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The Marshfield Times

The Student News Site of Marshfield High School

The Marshfield Times

The Student News Site of Marshfield High School

The Marshfield Times

Could Coos County be a Blue Zone?


As one of Oregon’s unhealthiest counties, Coos County has begun taking steps to initiate a Blue Zone program. The program will allow the county to devise steps to create a healthier community where members live longer, healthier lives.
Out of 34 counties across Oregon, Coos County is ranked 32 for overall healthiness, according to Coos Health and Wellness Public Health Administration.

What began as a New York Times Bestseller by Dan Buettner has evolved into a global movement challenging people to live longer and more active lives. The Blue Zones Project is an opportunity for communities to make permanent changes in their environments, allowing participants to live longer and healthier lives.

According to Coos Health and Wellness Public Health Administrator Florence Pourtal-Stevens, Oregon Healthy Estate analyzed multiple counties across Oregon, and Coos County was revealed to be one of the unhealthiest communities in the state. Coos County is seeing an escalation of tobacco, drug and alcohol use as well as obesity and lack of physical activity.

“A really big point of Blue Zones is how do we ensure everyone as a community that we’re building an environment that would allow everyone to make a healthy choice,” Pourtal-Stevens said.

The Blue Zones structure was derived from examining locations around the world where people are living healthy, happy and long lives places such as Sardinia, Italy, Lo Melinda California, Okawana, Japan and Costa Rica. Aspects such as nutrition choices and regular physical activity make up the bulk of why these people are living significantly longer lives.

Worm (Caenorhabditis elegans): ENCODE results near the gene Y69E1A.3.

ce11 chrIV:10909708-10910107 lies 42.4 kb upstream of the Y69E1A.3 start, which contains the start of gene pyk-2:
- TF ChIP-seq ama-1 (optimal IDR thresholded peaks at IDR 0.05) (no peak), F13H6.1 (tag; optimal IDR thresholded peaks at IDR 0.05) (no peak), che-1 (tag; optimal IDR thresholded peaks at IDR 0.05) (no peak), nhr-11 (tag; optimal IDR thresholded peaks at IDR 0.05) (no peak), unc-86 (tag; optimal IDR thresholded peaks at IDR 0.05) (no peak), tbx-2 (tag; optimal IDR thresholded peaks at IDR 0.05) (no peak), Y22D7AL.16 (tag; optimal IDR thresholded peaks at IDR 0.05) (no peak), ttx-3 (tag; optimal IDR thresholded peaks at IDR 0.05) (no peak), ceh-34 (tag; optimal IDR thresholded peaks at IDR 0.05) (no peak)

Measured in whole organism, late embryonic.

Pourtal-Stevens said in these places health is a priority. Communities are united by their common goal, and this makes creating a healthier community attainable. By their example, the movement has become a widespread push to spread nationally, even around the world. Oregon is one of the up and coming states keen on the idea.

“We need everyone in the community to understand that this is not an individual decision and, as a community, we really need to work together,” Pourtal-Stevens said.

Blue Zones is looking at how to prevent major health conflicts rather than respond after the fact.

According to Pourtal-Stevens, one-third of the United States population is obese. The U.S. is a major health care spender, but with poor health outcomes and many preventable unhealthy results like tobacco, obesity and an earlier onset of diabetes, along with other chronic conditions.

According to the 2013 Coos County Community Health Assessment, 27 percent of Coos County’s adults smoke, while Oregon’s average hovers at 17 percent. Thirty percent of adults are obese with a state average at 26 percent, and there is a 33 percent death rate from driving under the influence of alcohol. In addition, 30 percent of children live under the poverty line. Coos County’s teen birth rate comes out as 39, significantly higher than the state’s average of 33.

As a strong advocate for healthy students, Marshfield principal Doug Holland is in support of the initiative.